Israel’s celebrated filmmaker uses the material of his own life to craft the dazzling yet infuriating ‘Carmel.’
Special to the Jewish Week
There is a strain of narrative cinema that aspires to the conditions of lyric poetry. Densely allusive, rhythmically complex, frequently abstract and personal to the point of opacity, it can range from the downright magical (think Andrei Tarkovsky at his best) to the thunderously ponderous. Either way, it is not a type of filmmaking one readily associates with Amos Gitai.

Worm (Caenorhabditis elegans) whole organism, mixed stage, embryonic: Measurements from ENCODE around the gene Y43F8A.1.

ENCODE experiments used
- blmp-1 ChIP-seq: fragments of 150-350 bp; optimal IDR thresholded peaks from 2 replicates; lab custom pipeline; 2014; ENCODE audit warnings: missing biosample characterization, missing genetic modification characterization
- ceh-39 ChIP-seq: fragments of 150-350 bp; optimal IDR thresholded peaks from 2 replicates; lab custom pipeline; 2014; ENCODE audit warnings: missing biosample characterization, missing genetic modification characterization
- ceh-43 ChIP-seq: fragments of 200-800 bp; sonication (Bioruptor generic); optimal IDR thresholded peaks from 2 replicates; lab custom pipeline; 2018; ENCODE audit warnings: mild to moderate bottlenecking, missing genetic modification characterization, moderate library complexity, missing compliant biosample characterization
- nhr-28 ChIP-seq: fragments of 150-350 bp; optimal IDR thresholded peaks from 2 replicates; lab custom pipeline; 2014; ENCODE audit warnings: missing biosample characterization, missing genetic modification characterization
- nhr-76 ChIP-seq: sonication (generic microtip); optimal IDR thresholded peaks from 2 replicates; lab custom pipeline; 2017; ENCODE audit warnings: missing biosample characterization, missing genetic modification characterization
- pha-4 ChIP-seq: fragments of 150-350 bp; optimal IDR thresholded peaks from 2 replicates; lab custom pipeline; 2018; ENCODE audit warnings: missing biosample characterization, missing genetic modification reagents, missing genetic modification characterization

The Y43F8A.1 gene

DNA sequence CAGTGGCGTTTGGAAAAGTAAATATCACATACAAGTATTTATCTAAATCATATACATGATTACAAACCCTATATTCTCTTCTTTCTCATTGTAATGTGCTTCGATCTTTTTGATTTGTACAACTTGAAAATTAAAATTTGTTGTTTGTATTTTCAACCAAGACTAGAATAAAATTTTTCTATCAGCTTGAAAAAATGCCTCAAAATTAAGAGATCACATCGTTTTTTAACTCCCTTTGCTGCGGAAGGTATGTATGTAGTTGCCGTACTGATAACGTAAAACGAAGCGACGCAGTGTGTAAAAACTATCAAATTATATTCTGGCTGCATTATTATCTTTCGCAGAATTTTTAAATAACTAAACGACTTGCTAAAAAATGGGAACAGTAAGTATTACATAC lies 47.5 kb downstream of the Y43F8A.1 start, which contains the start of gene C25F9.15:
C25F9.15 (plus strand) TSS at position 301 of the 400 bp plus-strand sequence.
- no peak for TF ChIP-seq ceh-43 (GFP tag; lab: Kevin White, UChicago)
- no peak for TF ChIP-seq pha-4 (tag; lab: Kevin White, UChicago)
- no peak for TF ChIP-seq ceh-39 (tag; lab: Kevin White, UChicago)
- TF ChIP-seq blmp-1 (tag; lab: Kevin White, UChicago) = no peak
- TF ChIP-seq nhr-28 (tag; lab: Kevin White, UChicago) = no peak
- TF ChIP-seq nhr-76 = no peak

For all of his other narrative complexities, Israel’s best-known filmmaker is a hardheaded realist whose background in architecture has made him a master of the purpose-built film, a film that has something very specific to say and to do, says it and does it, then waits for your response. His is a materialist cinema, in the philosophical sense, rooted in the Israeli reality.